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to be reluctant to allocate money for that.

(59 Posts)
Ratatouille1977 Wed 25-Sep-13 11:33:06

Dh wants to take some intensive course in French, it's almost 300 pounds for a term. It's supposed to be a investment into his professional future. He had many plans over the course of 5 years saying how he was going to increase his earning potential but nothing happened. I feel it and I don't feel it. Plus the course will be on saturday morning from 10 till 13.00. I'm working full time and I start at 8 and finish at 6 every day. What do you think ?

StuntGirl Wed 25-Sep-13 11:47:04

Have any of his previous courses resulted in an increase of income/promotion/etc?

Ratatouille1977 Wed 25-Sep-13 11:53:12

He never did any training before, he talked about it and made plans but he seems serious this time.

SavoyCabbage Wed 25-Sep-13 12:01:35

My dh is just about to embark on a second masters. Off his own but but for his career.

He's not doing it for fun. It didn't occur to me to try and stop him.

Famzilla Wed 25-Sep-13 12:02:25

Does he work currently?

Ratatouille1977 Wed 25-Sep-13 12:04:22

He works, we just don't have a lots of money to spare that's all. It's a gamble, what if it doesn't work again ?

Bowlersarm Wed 25-Sep-13 12:04:33

Doing an educational course can never be a bad thing, I wouldn't have thought?

Ratatouille1977 Wed 25-Sep-13 12:06:59

I want to be ok about it, I really want. I just don't want to pay for it !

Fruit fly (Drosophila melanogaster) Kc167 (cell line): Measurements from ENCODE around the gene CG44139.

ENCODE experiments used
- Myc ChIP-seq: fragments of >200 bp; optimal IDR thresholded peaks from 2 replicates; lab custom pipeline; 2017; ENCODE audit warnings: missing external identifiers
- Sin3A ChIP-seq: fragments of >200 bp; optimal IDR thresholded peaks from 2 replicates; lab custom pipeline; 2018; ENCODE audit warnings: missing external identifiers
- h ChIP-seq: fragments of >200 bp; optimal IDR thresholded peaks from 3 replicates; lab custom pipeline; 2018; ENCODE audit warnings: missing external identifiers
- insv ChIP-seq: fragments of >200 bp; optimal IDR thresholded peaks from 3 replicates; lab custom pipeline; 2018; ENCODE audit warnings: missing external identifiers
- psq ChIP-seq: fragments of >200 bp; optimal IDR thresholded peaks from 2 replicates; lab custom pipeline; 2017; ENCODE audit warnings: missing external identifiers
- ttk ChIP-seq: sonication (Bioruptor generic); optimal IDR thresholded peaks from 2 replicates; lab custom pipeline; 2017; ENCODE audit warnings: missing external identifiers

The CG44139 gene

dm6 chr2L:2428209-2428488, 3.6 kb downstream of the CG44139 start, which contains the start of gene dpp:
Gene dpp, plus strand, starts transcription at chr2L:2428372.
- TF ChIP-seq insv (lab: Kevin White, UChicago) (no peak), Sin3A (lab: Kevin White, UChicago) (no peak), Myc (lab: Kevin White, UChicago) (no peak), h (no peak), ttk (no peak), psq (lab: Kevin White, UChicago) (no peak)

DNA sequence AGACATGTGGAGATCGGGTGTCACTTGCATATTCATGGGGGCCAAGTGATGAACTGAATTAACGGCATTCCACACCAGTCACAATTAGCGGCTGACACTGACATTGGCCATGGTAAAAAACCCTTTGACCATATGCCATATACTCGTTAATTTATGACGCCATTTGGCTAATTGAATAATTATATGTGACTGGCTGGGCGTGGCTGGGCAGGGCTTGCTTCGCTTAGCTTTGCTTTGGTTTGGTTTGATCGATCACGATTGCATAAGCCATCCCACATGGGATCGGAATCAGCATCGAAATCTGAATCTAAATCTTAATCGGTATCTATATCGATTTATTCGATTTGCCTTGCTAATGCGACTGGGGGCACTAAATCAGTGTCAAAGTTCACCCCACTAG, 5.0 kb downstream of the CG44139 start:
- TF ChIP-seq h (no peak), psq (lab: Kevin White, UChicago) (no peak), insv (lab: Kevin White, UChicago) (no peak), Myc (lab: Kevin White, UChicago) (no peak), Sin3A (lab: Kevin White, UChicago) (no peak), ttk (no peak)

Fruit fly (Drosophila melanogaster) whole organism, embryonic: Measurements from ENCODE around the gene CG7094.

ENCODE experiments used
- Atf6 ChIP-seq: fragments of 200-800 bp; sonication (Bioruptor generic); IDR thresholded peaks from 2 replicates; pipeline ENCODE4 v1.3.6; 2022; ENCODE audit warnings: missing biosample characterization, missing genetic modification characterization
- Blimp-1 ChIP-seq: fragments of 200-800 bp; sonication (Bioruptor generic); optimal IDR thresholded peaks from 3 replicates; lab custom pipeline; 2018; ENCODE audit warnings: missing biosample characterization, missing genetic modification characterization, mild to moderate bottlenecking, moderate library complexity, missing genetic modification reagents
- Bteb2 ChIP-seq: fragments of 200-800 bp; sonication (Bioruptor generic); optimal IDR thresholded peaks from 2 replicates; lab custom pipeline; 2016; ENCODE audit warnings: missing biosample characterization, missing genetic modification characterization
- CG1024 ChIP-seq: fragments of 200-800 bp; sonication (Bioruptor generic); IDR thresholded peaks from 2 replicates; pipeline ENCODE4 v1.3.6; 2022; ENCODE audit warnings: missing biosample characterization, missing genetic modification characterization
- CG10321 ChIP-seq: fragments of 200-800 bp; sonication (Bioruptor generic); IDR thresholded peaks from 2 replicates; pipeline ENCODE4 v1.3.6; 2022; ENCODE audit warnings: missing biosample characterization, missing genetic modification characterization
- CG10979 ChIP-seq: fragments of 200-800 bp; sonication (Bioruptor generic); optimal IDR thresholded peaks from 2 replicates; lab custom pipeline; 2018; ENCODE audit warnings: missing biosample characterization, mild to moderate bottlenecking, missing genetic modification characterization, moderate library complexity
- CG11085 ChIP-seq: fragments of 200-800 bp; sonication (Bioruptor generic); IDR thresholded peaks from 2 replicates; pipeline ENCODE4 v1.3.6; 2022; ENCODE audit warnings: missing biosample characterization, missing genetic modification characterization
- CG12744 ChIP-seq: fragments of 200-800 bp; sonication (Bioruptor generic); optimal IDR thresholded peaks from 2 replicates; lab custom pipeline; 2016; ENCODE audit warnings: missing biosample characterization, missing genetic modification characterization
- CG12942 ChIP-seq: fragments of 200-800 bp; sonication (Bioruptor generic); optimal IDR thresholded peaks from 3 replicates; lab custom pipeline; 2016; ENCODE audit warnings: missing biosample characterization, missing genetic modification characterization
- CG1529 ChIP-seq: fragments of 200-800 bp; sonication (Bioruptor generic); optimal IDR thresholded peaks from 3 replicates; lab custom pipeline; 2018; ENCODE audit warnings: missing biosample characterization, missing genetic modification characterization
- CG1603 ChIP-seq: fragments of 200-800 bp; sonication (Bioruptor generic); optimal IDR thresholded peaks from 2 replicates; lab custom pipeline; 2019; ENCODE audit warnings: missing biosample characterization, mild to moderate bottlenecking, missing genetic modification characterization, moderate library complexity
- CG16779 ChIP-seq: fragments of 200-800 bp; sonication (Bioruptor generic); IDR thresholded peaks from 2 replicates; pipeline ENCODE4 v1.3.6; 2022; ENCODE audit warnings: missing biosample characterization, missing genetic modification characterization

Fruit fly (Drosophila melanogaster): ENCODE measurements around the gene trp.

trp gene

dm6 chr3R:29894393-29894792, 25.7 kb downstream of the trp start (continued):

I'd go with it. DP and I are putting money aside for me to learn my Dad's language and for both of us to learn French, partly fun, partly career/future related. What's the harm as long as he's committed to actually doing it and then practising afterwards?

Ratatouille1977 Wed 25-Sep-13 12:09:50

I think yes I should go with it then.

sugarandspite Wed 25-Sep-13 12:10:59

Could you agree that he maybe starts with a cheaper online course for that language first and if he is still keen in say 6 months / a year, then you invest in the more expensive one?

He might even find that he is happy to stick with the online one or it would at least give him a great head start for the 'proper' course.

Almostfifty Wed 25-Sep-13 12:15:40

Why doesn't he try an online course first? There are loads of different ones.

CairngormsClydesdale Wed 25-Sep-13 12:17:43

Got to be honest with you. This is a waste of money. 3 hours a week isn't going to cut it - no matter how intense or immersed. 3 hours is just 3 hours.

If he genuinely wants to learn a language he can dedicate 3 hrs a week himself for much cheaper and/or converse online at night once the children are in bed for free.

I've done an intensive language course - 5 days, 24/7. It cost 2000 quid 10 years ago, but it did the job.

SaucyJack Wed 25-Sep-13 12:20:44

Entirely dependent on what his current profession is, and whether speaking French would be any use.

StuntGirl Wed 25-Sep-13 12:27:39

I thought from what you said that this was a repeated pattern of behaviour. If this is the first time he's done this I can't see any particular reasons to be dead against it. That said I would expect some specific goals from it, not just a vague idea.